This article appeared on Tiny Buddha.
“Everybody is a genius. But if you judge a fish by its ability to climb a tree, it will live its whole life believing that it is stupid.” ~ Albert Einstein
Looking back on my past, I see that I have spent most of my precious time striving to improve myself instead of celebrating the very gift of being alive and healthy. For many years, I thought I wasn’t good enough, and perfection was my worst enemy.
I considered myself pretty but not beautiful, somewhat smart but not truly intelligent. In other words, I thought of myself as average, not outstanding. I grew up with the fear of getting bad grades in school because if I ever did, that would have made a new reason for me to feel ashamed and unworthy.
In the Eastern-European schooling system I grew up with, I was always compared to others and every day in school felt like a never-ending competition and fight for the glory of being the first in class. It was tough. I hardly had any free time to play, and most of my days were filled up with homework.
I spent quite a few years in school, including university. I held successful jobs in a big corporation, and I traveled the world with work. And I invested a lot of money, time, and energy into studying and growing in my career. I’ve gotten to learn a lot about history, mathematics, chemistry, biology, physics, literature, music, and foreign languages. Despite all that, there is one essential topic I would have liked the schooling system to prepare me for: how to know my own value.
So here’s what I didn’t realize at the time and what I know to be true today:
If only I knew my worth…
I would have stopped focusing on my weaknesses, flaws, and imperfections without even being aware of my natural strengths, gifts, and talents.
I would have stopped fighting for perfection and punishing myself for every tiny mistake I might have made. I would have known that perfection was nothing but an illusion of the mind, and didn’t exist.
I would have acknowledged the hard work and efforts behind my achievements instead of attributing my accomplishments to luck or other people who gave me chances to succeed.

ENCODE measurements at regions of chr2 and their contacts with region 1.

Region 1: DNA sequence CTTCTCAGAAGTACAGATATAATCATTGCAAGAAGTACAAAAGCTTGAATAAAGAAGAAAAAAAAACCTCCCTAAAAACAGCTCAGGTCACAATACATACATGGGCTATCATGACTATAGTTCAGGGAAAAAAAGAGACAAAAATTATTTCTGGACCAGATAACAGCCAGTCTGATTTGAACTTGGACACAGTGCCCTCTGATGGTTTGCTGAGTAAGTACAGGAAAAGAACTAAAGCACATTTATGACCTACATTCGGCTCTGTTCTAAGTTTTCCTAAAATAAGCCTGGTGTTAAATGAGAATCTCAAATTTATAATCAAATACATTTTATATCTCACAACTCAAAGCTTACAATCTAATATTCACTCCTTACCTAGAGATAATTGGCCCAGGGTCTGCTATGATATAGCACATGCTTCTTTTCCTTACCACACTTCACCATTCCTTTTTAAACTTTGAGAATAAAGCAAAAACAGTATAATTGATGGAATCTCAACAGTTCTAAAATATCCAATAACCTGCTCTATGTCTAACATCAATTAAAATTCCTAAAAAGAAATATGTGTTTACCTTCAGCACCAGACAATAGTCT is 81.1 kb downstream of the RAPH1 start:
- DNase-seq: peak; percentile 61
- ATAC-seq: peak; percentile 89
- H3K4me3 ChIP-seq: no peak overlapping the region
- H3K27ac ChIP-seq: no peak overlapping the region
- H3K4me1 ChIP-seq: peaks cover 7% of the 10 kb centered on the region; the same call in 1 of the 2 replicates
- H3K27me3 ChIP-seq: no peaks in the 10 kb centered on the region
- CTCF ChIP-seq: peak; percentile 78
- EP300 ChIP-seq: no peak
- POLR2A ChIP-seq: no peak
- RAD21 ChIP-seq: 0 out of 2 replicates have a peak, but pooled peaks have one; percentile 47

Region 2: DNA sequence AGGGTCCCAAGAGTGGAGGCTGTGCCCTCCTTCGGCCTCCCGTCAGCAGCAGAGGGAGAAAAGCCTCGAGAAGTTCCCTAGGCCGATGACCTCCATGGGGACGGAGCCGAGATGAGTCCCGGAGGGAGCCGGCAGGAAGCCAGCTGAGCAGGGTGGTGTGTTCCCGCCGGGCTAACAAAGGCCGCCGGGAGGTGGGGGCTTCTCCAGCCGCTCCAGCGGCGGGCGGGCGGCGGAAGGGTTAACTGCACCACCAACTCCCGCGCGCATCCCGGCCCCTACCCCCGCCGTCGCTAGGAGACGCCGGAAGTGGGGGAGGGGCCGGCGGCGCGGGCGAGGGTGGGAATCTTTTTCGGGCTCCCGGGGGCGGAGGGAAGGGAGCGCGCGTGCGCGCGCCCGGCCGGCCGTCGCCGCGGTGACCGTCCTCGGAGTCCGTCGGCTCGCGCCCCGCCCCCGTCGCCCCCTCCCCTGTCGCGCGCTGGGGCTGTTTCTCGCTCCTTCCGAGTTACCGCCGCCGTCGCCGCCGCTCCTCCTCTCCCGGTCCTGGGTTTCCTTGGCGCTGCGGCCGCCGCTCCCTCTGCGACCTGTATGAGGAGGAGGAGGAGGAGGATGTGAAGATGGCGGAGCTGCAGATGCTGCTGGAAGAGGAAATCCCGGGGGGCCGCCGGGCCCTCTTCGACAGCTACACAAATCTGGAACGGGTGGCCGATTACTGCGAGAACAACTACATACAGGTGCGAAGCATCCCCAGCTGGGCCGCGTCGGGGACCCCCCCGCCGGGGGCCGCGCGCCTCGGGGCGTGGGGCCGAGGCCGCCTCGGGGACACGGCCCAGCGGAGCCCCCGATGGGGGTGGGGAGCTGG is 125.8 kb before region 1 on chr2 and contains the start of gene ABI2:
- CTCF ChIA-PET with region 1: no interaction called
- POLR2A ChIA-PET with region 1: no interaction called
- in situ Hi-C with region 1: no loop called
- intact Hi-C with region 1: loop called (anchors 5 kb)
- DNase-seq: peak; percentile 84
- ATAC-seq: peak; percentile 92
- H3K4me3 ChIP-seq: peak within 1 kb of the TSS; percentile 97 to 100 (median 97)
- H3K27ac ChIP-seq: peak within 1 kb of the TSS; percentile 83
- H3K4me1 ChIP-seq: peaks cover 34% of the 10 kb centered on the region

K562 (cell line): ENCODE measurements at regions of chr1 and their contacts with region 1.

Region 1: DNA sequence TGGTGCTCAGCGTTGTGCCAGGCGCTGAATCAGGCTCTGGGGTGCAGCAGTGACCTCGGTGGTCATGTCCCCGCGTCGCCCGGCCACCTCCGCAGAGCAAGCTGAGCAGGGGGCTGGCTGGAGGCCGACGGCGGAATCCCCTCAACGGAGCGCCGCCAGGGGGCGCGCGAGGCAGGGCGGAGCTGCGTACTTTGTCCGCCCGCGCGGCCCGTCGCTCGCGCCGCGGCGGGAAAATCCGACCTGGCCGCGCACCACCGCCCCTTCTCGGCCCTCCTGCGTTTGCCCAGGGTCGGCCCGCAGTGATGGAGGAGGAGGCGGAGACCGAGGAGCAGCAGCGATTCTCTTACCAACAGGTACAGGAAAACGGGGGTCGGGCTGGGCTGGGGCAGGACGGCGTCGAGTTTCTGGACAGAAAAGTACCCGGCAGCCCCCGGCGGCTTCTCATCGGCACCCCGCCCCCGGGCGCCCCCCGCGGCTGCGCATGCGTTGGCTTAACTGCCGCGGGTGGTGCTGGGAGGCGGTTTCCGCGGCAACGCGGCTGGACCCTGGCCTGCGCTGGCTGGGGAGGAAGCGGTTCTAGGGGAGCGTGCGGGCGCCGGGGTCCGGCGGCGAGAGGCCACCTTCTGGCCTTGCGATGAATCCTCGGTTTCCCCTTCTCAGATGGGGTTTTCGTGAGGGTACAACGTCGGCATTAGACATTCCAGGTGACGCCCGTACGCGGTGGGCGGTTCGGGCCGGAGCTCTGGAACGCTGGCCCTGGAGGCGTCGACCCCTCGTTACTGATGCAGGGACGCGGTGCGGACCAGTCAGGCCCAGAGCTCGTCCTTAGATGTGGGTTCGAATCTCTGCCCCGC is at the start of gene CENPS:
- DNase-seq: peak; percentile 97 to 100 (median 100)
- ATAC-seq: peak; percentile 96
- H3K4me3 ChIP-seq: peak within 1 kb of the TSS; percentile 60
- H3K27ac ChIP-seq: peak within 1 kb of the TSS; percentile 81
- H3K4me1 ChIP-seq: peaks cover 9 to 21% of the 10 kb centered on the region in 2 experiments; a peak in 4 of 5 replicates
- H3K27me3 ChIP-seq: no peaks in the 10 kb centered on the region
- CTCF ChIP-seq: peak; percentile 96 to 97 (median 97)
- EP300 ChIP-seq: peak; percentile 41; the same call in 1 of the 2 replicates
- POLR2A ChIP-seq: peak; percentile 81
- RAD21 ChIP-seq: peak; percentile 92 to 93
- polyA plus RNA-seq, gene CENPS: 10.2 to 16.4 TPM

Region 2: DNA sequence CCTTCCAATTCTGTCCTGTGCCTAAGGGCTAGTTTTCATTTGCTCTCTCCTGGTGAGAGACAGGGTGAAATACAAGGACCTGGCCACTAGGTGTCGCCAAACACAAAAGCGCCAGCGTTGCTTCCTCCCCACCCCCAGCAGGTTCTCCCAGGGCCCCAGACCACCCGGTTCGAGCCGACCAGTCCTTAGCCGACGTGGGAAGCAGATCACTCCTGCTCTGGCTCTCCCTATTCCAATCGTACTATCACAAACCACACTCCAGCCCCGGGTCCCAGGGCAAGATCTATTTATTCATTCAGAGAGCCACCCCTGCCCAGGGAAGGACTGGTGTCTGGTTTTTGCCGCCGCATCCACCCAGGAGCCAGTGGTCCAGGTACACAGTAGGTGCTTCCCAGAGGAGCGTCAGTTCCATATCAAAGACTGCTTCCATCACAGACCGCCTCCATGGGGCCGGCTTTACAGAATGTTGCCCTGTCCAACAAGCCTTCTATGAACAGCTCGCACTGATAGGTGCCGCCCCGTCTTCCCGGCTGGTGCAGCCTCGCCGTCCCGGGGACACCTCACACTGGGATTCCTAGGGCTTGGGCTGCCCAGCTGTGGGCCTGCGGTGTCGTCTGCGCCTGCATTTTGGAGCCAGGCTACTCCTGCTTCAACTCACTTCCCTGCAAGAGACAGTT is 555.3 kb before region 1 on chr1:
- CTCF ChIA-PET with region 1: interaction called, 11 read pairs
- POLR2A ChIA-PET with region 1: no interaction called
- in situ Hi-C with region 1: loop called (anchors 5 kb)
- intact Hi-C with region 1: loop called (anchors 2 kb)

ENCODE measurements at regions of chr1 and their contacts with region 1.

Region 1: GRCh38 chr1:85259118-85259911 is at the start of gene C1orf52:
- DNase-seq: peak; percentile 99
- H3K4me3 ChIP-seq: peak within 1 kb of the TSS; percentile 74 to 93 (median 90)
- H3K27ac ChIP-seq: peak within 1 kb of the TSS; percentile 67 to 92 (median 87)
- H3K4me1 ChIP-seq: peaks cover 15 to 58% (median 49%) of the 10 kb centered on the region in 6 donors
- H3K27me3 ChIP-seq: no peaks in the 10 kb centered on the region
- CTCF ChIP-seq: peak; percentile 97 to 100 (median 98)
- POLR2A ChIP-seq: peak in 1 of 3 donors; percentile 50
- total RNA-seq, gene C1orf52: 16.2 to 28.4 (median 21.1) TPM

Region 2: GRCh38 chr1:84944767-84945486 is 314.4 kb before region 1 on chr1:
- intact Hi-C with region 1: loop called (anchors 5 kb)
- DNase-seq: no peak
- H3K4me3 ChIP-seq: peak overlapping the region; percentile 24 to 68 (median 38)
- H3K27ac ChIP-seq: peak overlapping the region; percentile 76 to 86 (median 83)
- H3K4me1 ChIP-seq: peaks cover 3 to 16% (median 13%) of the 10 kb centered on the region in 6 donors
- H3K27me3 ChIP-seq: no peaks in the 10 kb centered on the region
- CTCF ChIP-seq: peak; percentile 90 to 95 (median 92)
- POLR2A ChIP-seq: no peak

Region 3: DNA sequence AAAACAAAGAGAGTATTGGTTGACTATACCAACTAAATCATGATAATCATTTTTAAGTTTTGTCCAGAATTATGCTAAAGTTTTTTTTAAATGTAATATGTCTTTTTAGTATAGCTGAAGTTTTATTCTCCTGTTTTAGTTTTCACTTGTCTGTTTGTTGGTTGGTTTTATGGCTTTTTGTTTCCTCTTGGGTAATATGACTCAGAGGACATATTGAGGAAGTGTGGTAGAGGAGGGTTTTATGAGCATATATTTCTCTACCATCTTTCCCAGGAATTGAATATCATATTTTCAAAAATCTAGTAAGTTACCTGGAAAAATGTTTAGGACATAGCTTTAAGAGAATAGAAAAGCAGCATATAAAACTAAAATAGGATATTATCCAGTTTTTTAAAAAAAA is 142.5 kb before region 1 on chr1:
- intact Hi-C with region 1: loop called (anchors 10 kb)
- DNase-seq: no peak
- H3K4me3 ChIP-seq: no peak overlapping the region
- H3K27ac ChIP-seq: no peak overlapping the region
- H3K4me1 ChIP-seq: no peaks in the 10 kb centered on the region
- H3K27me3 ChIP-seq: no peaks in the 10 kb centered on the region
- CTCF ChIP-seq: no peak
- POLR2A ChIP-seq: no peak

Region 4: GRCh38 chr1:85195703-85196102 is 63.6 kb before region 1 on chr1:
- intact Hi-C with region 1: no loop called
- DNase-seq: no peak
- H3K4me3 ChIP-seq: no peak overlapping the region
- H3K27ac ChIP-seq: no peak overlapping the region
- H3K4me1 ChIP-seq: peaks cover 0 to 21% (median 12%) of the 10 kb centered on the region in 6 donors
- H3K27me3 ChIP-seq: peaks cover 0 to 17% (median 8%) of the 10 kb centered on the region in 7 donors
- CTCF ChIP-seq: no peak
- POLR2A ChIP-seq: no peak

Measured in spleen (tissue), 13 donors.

I would have stopped making myself small each time I achieved something good, as if “that wasn’t anything special” or “anyone else could have done it.”
I would have stopped taking myself for granted, being aware of the value I was going to bring to any of my employers with my personal set of skills and abilities. I could understand that getting paid for my knowledge was nothing but a fair game. I would have found the courage to ask for a raise and negotiate my salary, and I would have never ended up underpaid.
I would have stopped comparing myself to others, and would have known that everyone is on their own journey. I could celebrate other people’s successes instead of fearing I might not earn the same amount of money or get the same amount of love. I would have understood that life doesn’t have to be a fight or an exhausting competition—that there is enough of everything and for everyone, including myself.
I would have felt at ease when praised by others, embracing compliments with grace. I wouldn’t have made myself small or put myself down as if I wasn’t worthy of such a celebration.
I wouldn’t have acted like a master of people pleasing, not daring to say no to the things I didn’t really want to do, fearing people wouldn’t like me any longer. I wouldn’t have felt like I owed anyone any apologies or any explanation for the way I was spending my time and with whom. My time means life and it’s never coming back.
I wouldn’t have expected others to make me happy, fulfill my needs, and keep my cup full of love, care, and attention. I wouldn’t have expected any man to make me feel valued, cherished, wanted, and loved, knowing that my happiness was my responsibility and every else was a bonus.
But despite all that, here’s the gain in pain, the blessing in disguise, and the real gift of my life experience:
I am convinced that we live in a smart, intelligent Universe where everything unfolds perfectly, and everything happens for a good reason.
I am not here to blame anyone for anything. I am not a victim. Society did the best it could at the time. So did my parents and my teachers. My life circumstances have nothing to do with my future, and I am the one co-creating my reality through how I think, act, and feel. It is my birthright to be happy, only because I am human. I am here to grow and learn more about life and myself.
It is never too late to step into my power and feel worthy of the best things life has to offer: good health, love, and abundance. When I value myself, others will value me as well.
Today, I know I couldn’t do my empowering work in the world from a place of authenticity and power without going through such a disempowered experience myself. There is no light without darkness.
I stopped explaining myself for what I want and for who I am. I am not afraid to step into my greatness. I am perfectly beautiful and beautifully imperfect, and this allows me to be me. I have learned how to love and approve of myself, exactly the way I am.
I have come to realize that in life, we don’t always get what we want because we only pursue what we think we deserve. That’s why it’s crucial that we believe in ourselves and see ourselves as enough and worthy of the best things life has to offer.
“Whether you think you can, or you think you can’t, you’re right.” ~Henry Ford
And now, I would like to hear from you. Is there anything in my sharing that resonates with you – anything that sounds familiar?
Feel free to get in touch at firstname.lastname@example.org or post your comments below.
And if you know other women who might benefit from this information, please share. Thank you.
- Posted by Sara Fabian
- On October 16, 2017